Pilots from the abovementioned carriers are the main source of flight staff for the Urals carriers. "There is a queue of people wanting to fly at the doors of UTair and the Ural Airlines. However, the shortage is still very acute from the point of view of these pilots conforming to current requirements," Mr. Lukyanov points out.
At the time when there is an excess of pilots in terms of numbers, there is a shortage of quality. This shortage in Russia and in the Urals Federal District in particular has begun 4-5 years ago when UTair, Ural Airlines, and later Yamal and Kogalymavia started the active modernisation of their fleet replacing Tu-134, Tu154, An-24 by Airbus, Boeing and ATR. Serghey Skuratov, the Director General of Ural Airlines made a prediction two years ago that "the pilots training costs are extremely high, pilots can be counted on the fingers of one hand. Already in the nearest year there will be a crazy shortage of pilots in the country. We could employ around 20 new pilots every year."
It is worth pointing out that the largest Russian air carrier Aeroflot needs to employ 200 new pilots annually. Even during the crisis the company still advertises vacancies.
Initially it was presumed that when the fleet is replaced the existing staff will undergo the retraining process. Air carriers had choice, as soviet aircraft required the crew of 3-4 people while the modern aircraft only requires two - the captain and the second pilot. The idea failed, though. "Surplus staff, as a rule, does not satisfy the new air carriers' requirements. The pilots have not been trained to fly imported aircraft. Old pilots do not know English and the knowledge of English is essential now. Air carriers do not invest money into retraining of pilots of age", Mr Lukyanov points out. There is a fresh example of this: Urals Airlines has written off four wide body Il-86 having retired the pilots.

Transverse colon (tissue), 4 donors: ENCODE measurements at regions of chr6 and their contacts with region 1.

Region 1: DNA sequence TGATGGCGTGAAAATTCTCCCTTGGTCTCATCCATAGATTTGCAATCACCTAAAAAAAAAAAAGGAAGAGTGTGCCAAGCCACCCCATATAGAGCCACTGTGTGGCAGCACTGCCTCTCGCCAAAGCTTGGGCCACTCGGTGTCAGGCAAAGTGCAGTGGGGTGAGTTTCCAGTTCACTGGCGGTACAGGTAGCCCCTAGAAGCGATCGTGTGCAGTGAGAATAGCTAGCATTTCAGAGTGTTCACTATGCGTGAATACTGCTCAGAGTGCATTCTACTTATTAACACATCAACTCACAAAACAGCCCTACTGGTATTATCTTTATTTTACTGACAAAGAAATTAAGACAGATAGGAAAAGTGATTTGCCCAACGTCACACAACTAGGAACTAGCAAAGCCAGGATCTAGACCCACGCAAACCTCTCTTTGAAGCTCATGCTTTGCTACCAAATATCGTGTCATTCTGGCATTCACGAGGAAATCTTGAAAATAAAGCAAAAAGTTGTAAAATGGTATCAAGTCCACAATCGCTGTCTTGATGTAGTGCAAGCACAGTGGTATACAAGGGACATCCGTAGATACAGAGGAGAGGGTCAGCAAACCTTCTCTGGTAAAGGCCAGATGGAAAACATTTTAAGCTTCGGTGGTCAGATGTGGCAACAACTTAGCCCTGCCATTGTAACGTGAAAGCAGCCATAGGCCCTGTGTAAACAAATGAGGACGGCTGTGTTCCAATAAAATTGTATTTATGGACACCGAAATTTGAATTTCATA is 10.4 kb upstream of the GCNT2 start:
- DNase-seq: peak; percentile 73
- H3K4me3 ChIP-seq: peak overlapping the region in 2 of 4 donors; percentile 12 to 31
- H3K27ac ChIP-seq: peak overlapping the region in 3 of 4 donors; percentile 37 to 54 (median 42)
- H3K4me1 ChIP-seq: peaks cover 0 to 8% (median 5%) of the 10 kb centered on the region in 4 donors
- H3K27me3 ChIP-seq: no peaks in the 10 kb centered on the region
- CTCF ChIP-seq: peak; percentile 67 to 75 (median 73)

The hopes for the young flight school graduates are very tenuous. In Russia there are only three education establishments training staff for aviation: the Saint Petersburg State University of Civil Aviation, the Ulyanovsk Aviation High School, and the Buguruslan Flying School. The future pilots are still being trained on the outdated soviet craft.